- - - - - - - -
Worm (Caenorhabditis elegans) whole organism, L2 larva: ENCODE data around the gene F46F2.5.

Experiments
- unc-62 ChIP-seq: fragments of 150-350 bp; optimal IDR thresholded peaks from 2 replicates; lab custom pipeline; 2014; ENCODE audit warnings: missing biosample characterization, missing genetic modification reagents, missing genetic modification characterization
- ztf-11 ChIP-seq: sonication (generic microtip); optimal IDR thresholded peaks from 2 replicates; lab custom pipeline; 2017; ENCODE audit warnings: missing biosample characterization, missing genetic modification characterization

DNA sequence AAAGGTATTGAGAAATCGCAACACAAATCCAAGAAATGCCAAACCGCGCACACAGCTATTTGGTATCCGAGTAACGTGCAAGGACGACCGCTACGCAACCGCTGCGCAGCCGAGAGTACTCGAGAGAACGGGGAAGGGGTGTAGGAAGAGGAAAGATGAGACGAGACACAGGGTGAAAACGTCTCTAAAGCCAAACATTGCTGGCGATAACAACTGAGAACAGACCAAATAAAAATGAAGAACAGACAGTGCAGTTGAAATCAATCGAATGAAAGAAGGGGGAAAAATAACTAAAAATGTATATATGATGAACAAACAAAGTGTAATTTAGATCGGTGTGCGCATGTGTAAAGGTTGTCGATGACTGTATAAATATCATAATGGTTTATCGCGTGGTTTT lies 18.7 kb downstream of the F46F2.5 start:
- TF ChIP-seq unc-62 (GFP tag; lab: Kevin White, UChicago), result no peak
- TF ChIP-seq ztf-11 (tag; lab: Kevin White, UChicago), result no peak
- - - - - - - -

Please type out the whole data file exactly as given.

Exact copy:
Worm (Caenorhabditis elegans) whole organism, L2 larva: ENCODE data around the gene F46F2.5.

Experiments
- unc-62 ChIP-seq: fragments of 150-350 bp; optimal IDR thresholded peaks from 2 replicates; lab custom pipeline; 2014; ENCODE audit warnings: missing biosample characterization, missing genetic modification reagents, missing genetic modification characterization
- ztf-11 ChIP-seq: sonication (generic microtip); optimal IDR thresholded peaks from 2 replicates; lab custom pipeline; 2017; ENCODE audit warnings: missing biosample characterization, missing genetic modification characterization

DNA sequence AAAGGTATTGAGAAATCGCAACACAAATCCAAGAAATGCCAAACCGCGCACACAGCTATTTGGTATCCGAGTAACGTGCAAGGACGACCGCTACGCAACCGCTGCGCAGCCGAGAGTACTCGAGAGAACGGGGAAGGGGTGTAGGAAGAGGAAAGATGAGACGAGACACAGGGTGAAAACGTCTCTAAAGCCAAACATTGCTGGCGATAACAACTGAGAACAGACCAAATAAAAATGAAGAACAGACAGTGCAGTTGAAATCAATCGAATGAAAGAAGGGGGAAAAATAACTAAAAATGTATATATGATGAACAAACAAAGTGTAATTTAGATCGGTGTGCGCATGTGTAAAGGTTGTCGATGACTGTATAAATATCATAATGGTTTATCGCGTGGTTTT lies 18.7 kb downstream of the F46F2.5 start:
- TF ChIP-seq unc-62 (GFP tag; lab: Kevin White, UChicago), result no peak
- TF ChIP-seq ztf-11 (tag; lab: Kevin White, UChicago), result no peak